A gunman who appeared in May 28 videos confronting protesters alongside police in Cali’s wealthy Ciudad Jardín neighborhood went public trying to explain himself. Andrés Escobar, who identified himself as a businessman, posted a video on social media insisting that the gun he was shooting into the air can fire only non-lethal munitions like rubber bullets (arma de fogueo). Such weapons are easy to obtain in Colombia, even at shopping malls, El Espectador reported, though gaining a permit for more lethal firearms is difficult. Escobar added that he had no intention of killing anybody, and that he was angered by “vandals” in his neighborhood.

Escobar appeared to have no explanation for the inaction of nearby police. Further clues about the relationship between Cali police and plainclothes gunmen emerged from the case of Álvaro Herrera, a 25-year-old French horn player whose May 28 treatment in police custody swept through Colombian social media. Herrera was playing his horn as part of a “symphony” accompanying protests in southern Cali. When armed, un-uniformed men arrived and attacked the protesters, some of them roughed up Herrera and took him away—to a nearby police station. There, police beat the musician until he admitted he was a “vandal,” in a video that went viral.

Civilians have also been aggressively following former FARC combatants in Cali, like Natali González, who had served as the Cali municipal government’s deputy secretary for human rights and peacebuilding. Since protests began, unknown men in pickup trucks and motorcycles have been following González around the city; none has yet made contact with her. At least six other ex-guerrillas say the same thing is happening to them, reports El Espectador.

Another increasingly alarming phenomenon is forced disappearances or missing persons in the context of the protests. According to a June 4 La Silla Vacía overview, government data as of May 30 pointed to 111 people reported as missing, after deleting the names of others who were found, often in police custody. NGO counts are significantly higher: on May 26, Indepaz counted 287 people missing, and on May 27 the Coordinación Colombia-Europa-Estados Unidos (CCEEU) reported 327.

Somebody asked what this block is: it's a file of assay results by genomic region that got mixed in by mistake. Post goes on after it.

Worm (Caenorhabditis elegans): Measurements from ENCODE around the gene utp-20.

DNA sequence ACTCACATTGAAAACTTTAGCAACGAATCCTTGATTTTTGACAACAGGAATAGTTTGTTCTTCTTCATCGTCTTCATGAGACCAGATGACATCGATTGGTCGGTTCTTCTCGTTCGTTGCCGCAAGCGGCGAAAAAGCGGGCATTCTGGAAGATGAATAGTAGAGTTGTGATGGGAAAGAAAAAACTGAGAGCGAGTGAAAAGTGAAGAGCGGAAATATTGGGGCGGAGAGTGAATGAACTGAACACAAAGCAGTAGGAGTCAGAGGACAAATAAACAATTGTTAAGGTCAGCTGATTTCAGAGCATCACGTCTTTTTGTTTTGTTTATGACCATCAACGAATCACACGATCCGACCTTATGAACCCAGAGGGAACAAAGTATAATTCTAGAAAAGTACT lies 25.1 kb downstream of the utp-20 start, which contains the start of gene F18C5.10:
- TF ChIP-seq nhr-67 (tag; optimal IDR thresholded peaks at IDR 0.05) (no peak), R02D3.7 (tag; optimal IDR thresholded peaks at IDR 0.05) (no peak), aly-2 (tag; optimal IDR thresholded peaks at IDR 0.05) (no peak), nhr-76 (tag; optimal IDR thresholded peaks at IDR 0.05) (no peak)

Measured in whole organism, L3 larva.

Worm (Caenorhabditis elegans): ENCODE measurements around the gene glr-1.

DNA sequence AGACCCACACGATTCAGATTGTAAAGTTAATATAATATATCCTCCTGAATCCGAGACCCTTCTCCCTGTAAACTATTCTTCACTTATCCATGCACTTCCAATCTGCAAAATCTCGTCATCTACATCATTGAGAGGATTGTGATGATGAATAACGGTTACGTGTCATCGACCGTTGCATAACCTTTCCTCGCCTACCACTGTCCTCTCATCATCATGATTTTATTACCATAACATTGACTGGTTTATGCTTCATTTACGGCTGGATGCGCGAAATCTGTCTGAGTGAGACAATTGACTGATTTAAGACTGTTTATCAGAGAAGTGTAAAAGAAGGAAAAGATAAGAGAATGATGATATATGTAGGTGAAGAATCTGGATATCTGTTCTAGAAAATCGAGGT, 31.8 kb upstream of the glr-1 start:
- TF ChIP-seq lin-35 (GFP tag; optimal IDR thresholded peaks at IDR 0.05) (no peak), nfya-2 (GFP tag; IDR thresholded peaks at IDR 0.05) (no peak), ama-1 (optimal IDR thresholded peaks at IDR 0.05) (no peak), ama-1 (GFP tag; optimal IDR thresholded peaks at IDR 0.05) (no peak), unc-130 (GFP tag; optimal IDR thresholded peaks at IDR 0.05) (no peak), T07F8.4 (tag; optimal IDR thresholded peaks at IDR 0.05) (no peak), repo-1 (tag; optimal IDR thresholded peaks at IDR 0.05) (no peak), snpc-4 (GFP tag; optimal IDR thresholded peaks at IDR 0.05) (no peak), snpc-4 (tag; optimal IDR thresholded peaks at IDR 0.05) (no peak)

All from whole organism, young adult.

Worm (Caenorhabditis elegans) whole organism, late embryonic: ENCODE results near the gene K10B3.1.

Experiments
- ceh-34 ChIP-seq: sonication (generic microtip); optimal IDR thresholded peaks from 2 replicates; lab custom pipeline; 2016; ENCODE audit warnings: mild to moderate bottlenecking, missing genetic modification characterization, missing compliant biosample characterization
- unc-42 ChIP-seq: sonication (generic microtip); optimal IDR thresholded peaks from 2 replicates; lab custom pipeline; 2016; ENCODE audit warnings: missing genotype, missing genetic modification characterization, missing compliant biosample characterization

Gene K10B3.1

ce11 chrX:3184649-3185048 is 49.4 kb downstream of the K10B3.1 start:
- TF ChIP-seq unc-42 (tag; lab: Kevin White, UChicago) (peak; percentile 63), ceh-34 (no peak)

Adriana Arboleda of the Medellín-based Corporación Jurídica Libertad told La Silla that “The Fiscalía isn’t activating urgent search mechanisms, on the grounds that there is insufficient information.” Because it lacks information about many denounced cases of missing people, the prosecutor’s office is not acting quickly. “It is giving a different treatment than what the nature of the urgent search mechanism requires. Which is: with the information you have, you run as fast as you can and try find the person,” said Luz Marina Monzón, the director of the Unit for the Search for the Disappeared, an agency created by the 2016 peace accord.

Some of the missing may still be in government custody. An El Tiempo report contends that many people detained at protests have been held at least briefly in “unofficial” sites, with no record of where they are.

President Duque and other top officials insist that police abuses have not been systematic, and promise “zero tolerance” with agents who commit them. In public comments, Duque said that Colombian justice moved more quickly against those responsible for the September 2020 killing of lawyer Javier Ordóñez than did U.S. authorities against the killers of George Floyd in May 2020.

In an interview with Spain’s El País, Duque reiterated his government’s allegation, for which almost no proof has yet been produced, that the violence accompanying protests has been “low-intensity terrorism” often carried out by “organized armed groups linked to the ELN or FARC dissidents.” He added that he opposed moving the National Police out of the Defense Ministry, where it has been since 1953, because placing the agency in another cabinet agency, like Interior, would lead to its “politicization.”

Because the police are in the Defense Ministry, crimes committed by police agents go first to the military justice system. On May 31, Reuters reported, National Police Director Gen. Jorge Luis Vargas said “that information concerning officers who may have broken the law or not performed their duties has been sent to the military justice unit.” The military justice system, however, is meant to try acts of service, and has a poor record of convicting personnel accused of human rights crimes.